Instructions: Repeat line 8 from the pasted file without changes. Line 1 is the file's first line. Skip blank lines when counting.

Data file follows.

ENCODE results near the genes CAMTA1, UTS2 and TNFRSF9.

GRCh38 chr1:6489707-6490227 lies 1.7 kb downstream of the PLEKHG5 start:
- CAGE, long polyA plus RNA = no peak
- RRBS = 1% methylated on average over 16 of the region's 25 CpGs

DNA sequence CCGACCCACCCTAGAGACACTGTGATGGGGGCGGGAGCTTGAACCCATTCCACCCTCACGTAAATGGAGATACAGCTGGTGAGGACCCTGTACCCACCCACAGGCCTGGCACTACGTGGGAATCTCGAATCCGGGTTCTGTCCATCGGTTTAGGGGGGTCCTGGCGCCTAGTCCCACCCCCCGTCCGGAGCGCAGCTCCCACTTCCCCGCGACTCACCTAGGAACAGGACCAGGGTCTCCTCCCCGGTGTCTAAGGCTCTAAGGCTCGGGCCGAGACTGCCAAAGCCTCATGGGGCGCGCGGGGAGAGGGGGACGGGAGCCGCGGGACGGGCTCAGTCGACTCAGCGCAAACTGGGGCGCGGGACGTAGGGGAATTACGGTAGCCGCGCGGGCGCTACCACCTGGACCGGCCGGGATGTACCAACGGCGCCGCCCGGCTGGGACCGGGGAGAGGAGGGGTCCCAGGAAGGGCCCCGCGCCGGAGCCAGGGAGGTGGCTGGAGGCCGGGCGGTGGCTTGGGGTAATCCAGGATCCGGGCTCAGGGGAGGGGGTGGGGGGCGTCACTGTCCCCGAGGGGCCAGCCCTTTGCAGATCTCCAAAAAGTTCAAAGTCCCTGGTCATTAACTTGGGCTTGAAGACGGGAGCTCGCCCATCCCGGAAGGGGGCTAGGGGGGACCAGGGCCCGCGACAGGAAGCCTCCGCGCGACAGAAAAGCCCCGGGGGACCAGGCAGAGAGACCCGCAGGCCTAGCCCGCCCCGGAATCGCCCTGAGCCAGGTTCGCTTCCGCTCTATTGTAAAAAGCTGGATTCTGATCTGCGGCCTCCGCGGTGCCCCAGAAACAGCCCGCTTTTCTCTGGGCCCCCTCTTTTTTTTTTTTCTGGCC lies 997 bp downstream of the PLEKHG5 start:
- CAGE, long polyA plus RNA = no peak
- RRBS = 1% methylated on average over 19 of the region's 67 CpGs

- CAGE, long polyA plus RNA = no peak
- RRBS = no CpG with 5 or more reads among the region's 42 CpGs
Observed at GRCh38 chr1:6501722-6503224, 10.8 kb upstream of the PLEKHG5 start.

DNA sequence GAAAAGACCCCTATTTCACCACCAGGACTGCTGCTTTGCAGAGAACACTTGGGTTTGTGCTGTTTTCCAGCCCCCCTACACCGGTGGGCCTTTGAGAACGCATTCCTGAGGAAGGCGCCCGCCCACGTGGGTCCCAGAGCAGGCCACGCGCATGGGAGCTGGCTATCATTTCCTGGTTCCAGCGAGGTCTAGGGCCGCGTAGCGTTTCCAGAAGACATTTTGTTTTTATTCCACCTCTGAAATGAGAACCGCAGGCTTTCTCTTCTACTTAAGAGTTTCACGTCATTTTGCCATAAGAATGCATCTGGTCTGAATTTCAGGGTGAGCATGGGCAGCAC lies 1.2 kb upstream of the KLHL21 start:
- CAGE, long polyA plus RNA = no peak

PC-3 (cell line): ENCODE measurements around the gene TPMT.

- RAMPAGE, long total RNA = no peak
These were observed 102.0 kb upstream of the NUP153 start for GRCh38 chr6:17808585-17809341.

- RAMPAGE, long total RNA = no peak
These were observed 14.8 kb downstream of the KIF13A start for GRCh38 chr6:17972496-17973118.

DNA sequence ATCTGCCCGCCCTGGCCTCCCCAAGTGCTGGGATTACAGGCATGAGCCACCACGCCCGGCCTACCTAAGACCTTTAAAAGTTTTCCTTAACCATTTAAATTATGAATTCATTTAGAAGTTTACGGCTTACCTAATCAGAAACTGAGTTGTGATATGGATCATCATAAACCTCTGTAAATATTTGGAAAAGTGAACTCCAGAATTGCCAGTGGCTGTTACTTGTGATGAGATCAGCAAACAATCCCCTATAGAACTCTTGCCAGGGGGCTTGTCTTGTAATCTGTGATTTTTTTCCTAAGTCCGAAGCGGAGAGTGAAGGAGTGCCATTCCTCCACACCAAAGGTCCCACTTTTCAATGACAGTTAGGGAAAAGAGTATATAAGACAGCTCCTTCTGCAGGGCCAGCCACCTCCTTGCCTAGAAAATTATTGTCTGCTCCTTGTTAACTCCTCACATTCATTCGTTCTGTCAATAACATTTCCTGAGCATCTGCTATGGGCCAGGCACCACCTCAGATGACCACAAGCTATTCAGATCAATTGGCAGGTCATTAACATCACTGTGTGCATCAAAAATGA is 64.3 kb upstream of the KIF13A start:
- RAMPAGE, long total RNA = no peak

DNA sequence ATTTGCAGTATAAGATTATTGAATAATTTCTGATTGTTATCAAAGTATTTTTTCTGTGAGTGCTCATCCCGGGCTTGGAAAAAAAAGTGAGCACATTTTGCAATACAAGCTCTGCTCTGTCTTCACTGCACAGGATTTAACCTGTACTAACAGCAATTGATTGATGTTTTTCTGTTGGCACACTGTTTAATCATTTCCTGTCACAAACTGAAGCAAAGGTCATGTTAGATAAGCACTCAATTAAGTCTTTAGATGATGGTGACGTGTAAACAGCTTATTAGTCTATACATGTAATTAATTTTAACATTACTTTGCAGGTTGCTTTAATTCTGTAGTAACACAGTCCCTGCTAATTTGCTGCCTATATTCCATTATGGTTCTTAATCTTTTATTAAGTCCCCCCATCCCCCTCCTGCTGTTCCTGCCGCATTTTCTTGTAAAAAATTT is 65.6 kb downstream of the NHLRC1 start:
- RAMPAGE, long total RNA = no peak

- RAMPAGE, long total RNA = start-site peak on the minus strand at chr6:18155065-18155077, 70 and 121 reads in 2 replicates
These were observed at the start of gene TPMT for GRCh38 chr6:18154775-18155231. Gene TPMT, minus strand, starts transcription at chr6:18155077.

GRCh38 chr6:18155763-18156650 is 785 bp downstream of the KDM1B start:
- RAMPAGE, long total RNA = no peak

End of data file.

- CAGE, long polyA plus RNA = no peak